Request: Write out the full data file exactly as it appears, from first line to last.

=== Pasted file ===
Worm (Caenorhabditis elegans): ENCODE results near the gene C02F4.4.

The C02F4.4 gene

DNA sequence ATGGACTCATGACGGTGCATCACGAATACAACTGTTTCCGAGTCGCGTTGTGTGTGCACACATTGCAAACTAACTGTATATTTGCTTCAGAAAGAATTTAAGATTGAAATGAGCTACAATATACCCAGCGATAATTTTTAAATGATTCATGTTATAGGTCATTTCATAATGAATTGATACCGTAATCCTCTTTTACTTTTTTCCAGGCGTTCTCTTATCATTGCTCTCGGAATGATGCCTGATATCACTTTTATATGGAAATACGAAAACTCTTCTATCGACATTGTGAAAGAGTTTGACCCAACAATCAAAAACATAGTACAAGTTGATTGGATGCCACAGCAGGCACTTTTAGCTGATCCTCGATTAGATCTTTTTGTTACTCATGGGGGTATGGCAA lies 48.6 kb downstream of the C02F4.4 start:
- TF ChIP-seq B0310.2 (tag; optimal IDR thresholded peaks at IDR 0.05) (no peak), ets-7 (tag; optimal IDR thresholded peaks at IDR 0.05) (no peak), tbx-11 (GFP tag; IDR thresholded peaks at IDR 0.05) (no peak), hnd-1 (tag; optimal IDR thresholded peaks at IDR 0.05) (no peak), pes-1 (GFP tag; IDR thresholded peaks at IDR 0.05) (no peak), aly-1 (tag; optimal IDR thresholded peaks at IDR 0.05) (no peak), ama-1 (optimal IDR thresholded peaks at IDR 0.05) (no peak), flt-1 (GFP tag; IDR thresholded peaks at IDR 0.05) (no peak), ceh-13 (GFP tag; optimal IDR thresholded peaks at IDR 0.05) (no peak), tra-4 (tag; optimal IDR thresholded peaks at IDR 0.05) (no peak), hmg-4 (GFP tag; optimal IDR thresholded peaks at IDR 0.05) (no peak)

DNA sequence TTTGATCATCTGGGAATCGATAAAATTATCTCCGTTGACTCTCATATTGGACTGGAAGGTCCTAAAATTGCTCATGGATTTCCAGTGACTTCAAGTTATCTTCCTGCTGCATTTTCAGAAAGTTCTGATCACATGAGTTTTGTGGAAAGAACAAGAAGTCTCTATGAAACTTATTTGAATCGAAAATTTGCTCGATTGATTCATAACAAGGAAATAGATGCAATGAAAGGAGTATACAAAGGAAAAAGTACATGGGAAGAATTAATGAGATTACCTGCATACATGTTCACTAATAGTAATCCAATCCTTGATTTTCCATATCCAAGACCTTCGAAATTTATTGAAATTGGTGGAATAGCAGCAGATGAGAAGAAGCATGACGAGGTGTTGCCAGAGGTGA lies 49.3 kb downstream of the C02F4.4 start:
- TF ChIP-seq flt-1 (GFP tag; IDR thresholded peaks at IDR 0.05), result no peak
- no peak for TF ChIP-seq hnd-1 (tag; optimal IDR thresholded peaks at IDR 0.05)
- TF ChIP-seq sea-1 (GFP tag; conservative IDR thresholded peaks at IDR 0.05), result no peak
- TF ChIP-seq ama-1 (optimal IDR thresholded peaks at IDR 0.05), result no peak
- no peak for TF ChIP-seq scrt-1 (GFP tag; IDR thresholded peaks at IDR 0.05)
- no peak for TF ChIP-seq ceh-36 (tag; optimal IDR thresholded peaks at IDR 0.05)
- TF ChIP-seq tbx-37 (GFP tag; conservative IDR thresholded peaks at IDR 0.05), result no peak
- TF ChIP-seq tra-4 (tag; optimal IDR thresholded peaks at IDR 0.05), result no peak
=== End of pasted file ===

Worm (Caenorhabditis elegans): ENCODE results near the gene C02F4.4.

The C02F4.4 gene

DNA sequence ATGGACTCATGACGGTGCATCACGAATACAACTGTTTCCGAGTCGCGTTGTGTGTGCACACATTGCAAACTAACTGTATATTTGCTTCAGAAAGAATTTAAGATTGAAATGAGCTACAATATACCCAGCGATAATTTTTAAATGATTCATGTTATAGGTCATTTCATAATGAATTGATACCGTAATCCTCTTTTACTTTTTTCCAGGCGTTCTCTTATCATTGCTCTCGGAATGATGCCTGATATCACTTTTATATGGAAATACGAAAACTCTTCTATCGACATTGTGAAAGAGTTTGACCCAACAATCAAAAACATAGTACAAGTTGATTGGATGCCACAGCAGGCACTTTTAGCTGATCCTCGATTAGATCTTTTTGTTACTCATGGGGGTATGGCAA lies 48.6 kb downstream of the C02F4.4 start:
- TF ChIP-seq B0310.2 (tag; optimal IDR thresholded peaks at IDR 0.05) (no peak), ets-7 (tag; optimal IDR thresholded peaks at IDR 0.05) (no peak), tbx-11 (GFP tag; IDR thresholded peaks at IDR 0.05) (no peak), hnd-1 (tag; optimal IDR thresholded peaks at IDR 0.05) (no peak), pes-1 (GFP tag; IDR thresholded peaks at IDR 0.05) (no peak), aly-1 (tag; optimal IDR thresholded peaks at IDR 0.05) (no peak), ama-1 (optimal IDR thresholded peaks at IDR 0.05) (no peak), flt-1 (GFP tag; IDR thresholded peaks at IDR 0.05) (no peak), ceh-13 (GFP tag; optimal IDR thresholded peaks at IDR 0.05) (no peak), tra-4 (tag; optimal IDR thresholded peaks at IDR 0.05) (no peak), hmg-4 (GFP tag; optimal IDR thresholded peaks at IDR 0.05) (no peak)

DNA sequence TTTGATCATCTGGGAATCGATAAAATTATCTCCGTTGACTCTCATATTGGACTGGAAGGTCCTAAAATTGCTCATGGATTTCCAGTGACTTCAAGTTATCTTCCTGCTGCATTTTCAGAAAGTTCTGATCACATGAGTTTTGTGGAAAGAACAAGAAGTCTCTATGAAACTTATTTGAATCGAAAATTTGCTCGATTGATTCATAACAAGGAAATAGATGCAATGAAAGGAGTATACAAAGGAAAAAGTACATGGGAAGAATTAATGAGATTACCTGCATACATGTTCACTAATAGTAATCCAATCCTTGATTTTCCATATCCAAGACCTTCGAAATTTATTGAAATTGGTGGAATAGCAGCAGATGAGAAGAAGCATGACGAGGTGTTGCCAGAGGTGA lies 49.3 kb downstream of the C02F4.4 start:
- TF ChIP-seq flt-1 (GFP tag; IDR thresholded peaks at IDR 0.05), result no peak
- no peak for TF ChIP-seq hnd-1 (tag; optimal IDR thresholded peaks at IDR 0.05)
- TF ChIP-seq sea-1 (GFP tag; conservative IDR thresholded peaks at IDR 0.05), result no peak
- TF ChIP-seq ama-1 (optimal IDR thresholded peaks at IDR 0.05), result no peak
- no peak for TF ChIP-seq scrt-1 (GFP tag; IDR thresholded peaks at IDR 0.05)
- no peak for TF ChIP-seq ceh-36 (tag; optimal IDR thresholded peaks at IDR 0.05)
- TF ChIP-seq tbx-37 (GFP tag; conservative IDR thresholded peaks at IDR 0.05), result no peak
- TF ChIP-seq tra-4 (tag; optimal IDR thresholded peaks at IDR 0.05), result no peak